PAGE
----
Why should children learn how to code?
Do you think your children are too young to learn how to code? Think again.
Coding (also known as programming or developing) is telling a computer, app, telephone or website what you want it to do. Some educators and experts are calling it the “new literacy”, a subject so vital that all kids should learn the basics in order to excel in our rapidly changing world.
Nowadays four- and five-year-olds can learn the foundations of coding and computer commands before they can even write and spell words. Older children can learn how to code through classes, mentors and online tutorials (see below for learn-to-code resources for all ages).
Learning code prepares children for the world we live in today. There are plenty of jobs and occupations where coding is a central part, such as web designers, software developers and robotics engineers. Not to mention manufacturing, nanotechnology or information sciences, where knowing how to code is a huge advantage. However, for most kid-coding advocates, the reasons for coding run much deeper than career prep.
Understanding Code Helps Explain The World
Today, computing is involved in almost all aspects of our lives. From communication and education to social medias, banking, information, security and shopping. Computer networks are even capable of controlling our thermostats and lights at home, our cars and our health records.
If grade-schoolers are taught biology and mathematics in order to understand the surrounding world, then knowing the basics of how computers communicate – and how to engage with them – should be a given.
Code Develops Problem Solving And Computational Thinking Skills
The skills that come with coding help children develop new ways of thinking as well as it fosters problem-solving techniques, which can have a huge influence on other areas in life.
Computational thinking allows preschoolers to grasp concepts such as algorithms, recursion and heuristics, although they don’t understand the terms they’ll learn the basic concept (and for parents who don’t understand these concepts, here’s an article that explains the basics of computational thinking by comparing it to following a recipe http://www.motherjones.com/media/2014/06/computer-science-programming-code-diversity-sexism-education.
Coding Is Fun!
Beyond the practical reasons for learning how to code, there’s the fact that creating a game or animation can be a lot of fun for kids.
Andrew Stuff, a father of two from Toronto, introduced coding to his kids through “Hour of Code”, a series of one-hour tutorials that teach the basics of coding and computer science. The concept was introduced in 2013, since then more than 119 million people have tested it.
“My wife and I wanted our kids to be introduced to computer coding, with the hope they’d develop their love of making thing, ” he says. “They both love video games and making stuff with cardboard, paper and Lego. So when we heard about the free coding lessons, we thought it would be a great opportunity for the kids to see how games are made and possibly ignite a new kind of maker passion.”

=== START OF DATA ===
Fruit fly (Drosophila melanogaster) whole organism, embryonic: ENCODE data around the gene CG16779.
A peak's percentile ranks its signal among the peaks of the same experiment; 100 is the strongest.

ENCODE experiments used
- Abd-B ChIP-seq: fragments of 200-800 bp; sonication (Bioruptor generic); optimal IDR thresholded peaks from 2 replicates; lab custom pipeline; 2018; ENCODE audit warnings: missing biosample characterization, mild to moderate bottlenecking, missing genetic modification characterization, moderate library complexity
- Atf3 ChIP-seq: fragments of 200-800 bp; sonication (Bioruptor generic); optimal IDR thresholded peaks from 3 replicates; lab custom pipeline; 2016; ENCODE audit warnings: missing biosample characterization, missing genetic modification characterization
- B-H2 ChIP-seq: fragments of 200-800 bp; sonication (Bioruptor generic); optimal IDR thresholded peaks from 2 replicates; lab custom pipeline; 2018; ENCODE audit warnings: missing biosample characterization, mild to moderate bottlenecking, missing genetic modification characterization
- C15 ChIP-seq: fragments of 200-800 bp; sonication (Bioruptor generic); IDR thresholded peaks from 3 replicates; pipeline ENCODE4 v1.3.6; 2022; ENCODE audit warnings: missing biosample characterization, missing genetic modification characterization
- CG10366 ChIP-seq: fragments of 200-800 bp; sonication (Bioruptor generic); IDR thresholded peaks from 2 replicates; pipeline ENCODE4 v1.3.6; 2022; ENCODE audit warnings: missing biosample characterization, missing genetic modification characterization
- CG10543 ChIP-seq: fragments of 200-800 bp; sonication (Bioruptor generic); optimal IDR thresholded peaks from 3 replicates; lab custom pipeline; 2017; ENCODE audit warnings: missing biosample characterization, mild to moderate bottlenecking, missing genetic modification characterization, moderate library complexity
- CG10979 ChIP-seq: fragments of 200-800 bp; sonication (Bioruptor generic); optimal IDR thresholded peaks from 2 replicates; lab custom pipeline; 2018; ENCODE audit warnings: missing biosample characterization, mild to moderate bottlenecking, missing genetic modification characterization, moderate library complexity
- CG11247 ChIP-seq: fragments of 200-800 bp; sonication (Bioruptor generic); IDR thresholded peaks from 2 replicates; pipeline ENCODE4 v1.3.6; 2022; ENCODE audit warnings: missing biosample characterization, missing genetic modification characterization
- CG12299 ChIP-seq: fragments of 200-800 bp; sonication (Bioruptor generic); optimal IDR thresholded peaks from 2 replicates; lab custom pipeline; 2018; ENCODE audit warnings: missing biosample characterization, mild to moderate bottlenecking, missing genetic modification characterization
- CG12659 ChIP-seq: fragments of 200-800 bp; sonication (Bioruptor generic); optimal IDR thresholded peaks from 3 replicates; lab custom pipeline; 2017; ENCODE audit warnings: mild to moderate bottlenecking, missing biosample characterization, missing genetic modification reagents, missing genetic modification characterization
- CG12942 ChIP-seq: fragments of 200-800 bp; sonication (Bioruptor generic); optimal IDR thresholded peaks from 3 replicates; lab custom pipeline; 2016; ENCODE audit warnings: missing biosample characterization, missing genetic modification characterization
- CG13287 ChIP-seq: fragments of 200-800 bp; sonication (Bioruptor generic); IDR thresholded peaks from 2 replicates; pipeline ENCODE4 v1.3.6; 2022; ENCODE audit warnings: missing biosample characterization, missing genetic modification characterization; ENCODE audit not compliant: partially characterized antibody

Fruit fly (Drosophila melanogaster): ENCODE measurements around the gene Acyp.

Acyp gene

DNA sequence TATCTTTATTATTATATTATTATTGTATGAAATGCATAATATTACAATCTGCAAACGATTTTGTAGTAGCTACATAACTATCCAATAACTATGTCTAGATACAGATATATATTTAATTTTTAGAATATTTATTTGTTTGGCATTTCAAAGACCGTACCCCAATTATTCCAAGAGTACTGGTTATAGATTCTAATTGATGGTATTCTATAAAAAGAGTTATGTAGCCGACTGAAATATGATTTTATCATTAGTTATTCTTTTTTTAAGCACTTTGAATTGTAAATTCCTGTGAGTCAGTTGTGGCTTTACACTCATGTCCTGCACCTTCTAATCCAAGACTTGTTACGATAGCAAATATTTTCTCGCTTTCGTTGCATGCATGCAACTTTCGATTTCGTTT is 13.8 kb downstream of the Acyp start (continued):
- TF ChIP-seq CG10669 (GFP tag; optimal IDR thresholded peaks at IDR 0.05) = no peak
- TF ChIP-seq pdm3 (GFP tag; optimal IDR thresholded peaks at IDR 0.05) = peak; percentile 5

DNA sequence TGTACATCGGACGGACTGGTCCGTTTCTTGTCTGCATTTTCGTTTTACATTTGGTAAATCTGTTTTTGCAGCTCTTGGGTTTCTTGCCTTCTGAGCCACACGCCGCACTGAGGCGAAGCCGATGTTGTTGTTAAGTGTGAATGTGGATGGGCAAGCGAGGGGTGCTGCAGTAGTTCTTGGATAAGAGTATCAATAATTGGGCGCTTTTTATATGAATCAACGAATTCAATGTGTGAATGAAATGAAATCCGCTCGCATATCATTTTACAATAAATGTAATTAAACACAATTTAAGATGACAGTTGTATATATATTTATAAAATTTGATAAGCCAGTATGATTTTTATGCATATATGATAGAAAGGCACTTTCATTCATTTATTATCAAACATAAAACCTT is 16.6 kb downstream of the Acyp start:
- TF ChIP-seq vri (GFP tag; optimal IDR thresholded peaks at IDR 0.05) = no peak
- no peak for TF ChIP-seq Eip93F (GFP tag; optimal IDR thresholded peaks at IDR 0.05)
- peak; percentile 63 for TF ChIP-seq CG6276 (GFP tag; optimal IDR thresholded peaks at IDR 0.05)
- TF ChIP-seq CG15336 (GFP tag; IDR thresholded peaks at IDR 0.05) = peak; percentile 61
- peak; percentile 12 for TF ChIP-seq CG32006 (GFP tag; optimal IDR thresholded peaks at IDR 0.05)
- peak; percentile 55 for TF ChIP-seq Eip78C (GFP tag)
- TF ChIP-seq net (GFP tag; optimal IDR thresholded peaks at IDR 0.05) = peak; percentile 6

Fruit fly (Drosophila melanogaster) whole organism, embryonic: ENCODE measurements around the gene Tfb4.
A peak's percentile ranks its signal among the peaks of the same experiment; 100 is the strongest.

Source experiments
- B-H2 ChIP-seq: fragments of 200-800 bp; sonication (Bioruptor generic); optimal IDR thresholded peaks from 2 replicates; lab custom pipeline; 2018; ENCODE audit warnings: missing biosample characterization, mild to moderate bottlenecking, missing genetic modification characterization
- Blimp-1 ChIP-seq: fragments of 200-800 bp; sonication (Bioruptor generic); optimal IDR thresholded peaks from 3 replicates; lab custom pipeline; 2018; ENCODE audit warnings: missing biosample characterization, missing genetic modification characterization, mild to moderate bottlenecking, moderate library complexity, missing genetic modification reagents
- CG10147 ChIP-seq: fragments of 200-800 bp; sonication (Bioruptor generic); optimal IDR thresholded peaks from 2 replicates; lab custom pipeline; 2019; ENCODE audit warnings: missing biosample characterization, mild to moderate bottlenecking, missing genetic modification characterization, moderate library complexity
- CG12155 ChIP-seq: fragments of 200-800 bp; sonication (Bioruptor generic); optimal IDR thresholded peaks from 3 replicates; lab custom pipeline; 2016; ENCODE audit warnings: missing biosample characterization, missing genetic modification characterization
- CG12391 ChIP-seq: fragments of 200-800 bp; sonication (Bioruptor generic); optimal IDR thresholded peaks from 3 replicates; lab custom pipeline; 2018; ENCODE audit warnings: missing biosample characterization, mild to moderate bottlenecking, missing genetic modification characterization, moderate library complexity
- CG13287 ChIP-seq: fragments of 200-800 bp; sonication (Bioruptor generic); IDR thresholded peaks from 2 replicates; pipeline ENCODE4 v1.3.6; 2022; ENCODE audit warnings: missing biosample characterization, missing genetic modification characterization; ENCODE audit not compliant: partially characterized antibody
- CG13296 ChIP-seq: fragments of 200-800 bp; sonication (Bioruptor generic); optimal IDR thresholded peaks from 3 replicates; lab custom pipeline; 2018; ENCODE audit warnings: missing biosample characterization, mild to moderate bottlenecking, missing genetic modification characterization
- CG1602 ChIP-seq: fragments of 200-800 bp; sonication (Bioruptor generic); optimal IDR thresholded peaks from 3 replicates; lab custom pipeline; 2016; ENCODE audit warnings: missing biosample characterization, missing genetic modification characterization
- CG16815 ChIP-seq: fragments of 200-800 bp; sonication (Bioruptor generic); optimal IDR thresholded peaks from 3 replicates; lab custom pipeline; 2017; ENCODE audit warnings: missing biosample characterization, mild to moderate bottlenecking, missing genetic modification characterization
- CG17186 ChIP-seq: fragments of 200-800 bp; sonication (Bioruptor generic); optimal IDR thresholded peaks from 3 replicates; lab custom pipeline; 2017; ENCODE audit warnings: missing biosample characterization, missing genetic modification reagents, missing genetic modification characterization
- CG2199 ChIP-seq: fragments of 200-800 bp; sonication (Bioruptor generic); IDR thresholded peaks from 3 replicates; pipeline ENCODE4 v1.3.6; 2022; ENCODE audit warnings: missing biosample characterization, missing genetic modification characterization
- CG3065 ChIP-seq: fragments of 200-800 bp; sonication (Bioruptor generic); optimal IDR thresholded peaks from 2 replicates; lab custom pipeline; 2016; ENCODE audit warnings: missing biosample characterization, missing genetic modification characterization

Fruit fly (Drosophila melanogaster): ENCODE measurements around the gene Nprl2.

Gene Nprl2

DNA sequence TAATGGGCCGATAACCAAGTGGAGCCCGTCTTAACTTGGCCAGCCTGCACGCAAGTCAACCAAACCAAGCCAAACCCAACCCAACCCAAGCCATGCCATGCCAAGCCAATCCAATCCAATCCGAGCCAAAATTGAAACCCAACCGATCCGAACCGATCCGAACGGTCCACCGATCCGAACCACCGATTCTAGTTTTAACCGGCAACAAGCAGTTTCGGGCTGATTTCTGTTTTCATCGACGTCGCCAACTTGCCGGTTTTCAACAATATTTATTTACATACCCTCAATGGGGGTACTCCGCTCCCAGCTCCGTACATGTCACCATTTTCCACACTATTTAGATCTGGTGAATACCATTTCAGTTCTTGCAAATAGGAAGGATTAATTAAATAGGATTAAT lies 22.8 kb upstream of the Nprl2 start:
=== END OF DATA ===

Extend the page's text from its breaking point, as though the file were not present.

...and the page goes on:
Their nine-year-old daughter Ava began her coding journey with a Frozen learn-to-code game from Hour of Code. Ava says that she liked that it wasn’t too hard to do any of the coding, neither too easy, thus making it just the right challenge. She continues by saying “I’d like to learn how to make my own games, show people how to play my games and help teach other people how to make games too.”
Her seven-year-old brother Jasper agrees. He too started with the Frozen-game, but then tried making his own Flappy Bird game. Jasper liked that he could make the Flappy Bird go up or down and that he was able to design it they way he wanted it to be.
How To Introduce Your Kids To Code
Interested in getting your kids involved with coding? If yes, try searching online for coding camps or courses in your community. You could also try one of hundreds online tutorials, programs or apps designed as games with cool graphics and simple tutorials to help kids learn to code.
A few suggestions to get you started:
- Robot Turtles A board game that teaches the basics of programming and computational skills. For kids in the ages three and up.
- SCRATCH A free program from MIT that lets your kids program their own interactive stories, games and animations without learning programming text. It fosters youths to think creative, resonate systemically and cooperate, which all are important skills in life.
- Raspberry Pi A credit-card sized computer that can be programmed just like a desktop PC for only about $50. Use it as a learning tool or as a full-service computer for both kids and adults.
- Kodable An app designed for kids as young as five years old. This app makes it easy and fun for kids to code, no programming experience required. It uses games that subtly teach coding with few instructions.
- Tynker This app helps teach programming logic with visual code blocks, works for Android and iOS. For kids that can already read.
Datum: Jun 9, 2015
Original writer: Erik Missio